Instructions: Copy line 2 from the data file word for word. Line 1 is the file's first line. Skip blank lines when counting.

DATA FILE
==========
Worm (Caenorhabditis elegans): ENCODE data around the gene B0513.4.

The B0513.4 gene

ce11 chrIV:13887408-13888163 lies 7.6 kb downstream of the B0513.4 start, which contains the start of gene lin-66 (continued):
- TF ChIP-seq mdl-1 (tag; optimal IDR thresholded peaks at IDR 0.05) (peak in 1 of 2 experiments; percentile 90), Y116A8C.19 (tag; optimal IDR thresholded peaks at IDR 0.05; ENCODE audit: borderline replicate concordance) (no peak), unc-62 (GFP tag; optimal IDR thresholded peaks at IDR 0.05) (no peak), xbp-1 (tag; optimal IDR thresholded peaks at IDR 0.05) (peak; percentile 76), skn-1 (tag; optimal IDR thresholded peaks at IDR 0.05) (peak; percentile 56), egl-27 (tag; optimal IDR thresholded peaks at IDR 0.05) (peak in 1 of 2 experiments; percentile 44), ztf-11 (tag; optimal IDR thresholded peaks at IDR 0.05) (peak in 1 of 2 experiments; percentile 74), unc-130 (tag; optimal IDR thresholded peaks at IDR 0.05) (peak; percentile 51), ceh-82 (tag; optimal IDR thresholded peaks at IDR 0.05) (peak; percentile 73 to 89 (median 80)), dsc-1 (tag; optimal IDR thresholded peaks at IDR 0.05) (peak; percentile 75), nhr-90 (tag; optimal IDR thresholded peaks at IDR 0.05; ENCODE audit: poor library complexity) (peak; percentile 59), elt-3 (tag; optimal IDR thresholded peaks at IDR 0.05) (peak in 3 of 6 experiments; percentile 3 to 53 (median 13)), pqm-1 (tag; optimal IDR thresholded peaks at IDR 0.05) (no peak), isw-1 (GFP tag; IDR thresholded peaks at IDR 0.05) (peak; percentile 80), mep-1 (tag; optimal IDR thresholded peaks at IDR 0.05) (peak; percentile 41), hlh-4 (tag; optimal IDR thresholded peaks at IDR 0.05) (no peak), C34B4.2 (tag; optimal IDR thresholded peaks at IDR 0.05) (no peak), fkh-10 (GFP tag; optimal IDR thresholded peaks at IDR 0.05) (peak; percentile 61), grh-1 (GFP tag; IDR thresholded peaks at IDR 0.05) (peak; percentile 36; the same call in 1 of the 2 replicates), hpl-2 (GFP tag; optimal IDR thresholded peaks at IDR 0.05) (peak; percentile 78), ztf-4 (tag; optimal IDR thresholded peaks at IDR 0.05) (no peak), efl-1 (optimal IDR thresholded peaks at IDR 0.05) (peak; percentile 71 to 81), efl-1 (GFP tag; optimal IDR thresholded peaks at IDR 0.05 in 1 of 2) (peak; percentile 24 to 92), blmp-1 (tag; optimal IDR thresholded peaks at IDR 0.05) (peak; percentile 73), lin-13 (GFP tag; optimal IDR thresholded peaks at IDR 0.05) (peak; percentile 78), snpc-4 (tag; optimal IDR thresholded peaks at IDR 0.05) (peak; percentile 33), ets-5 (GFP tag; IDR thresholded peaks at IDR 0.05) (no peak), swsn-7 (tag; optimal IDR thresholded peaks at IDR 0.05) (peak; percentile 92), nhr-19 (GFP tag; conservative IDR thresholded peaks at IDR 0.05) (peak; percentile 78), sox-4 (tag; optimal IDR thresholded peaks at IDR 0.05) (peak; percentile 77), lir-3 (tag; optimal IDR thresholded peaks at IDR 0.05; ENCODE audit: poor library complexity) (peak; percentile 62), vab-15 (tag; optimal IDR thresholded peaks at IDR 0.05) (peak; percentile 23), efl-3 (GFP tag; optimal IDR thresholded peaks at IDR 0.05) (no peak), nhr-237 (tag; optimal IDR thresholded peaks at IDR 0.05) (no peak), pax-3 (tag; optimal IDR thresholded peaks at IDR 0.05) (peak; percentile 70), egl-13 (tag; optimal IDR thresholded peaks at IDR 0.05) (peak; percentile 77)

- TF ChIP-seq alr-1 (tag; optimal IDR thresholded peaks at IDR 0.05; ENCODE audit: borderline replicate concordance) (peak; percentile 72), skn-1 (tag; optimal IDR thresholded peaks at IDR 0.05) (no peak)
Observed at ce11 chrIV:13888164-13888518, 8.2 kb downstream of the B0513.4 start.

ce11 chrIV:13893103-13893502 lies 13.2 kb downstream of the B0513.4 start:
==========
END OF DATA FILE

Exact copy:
The B0513.4 gene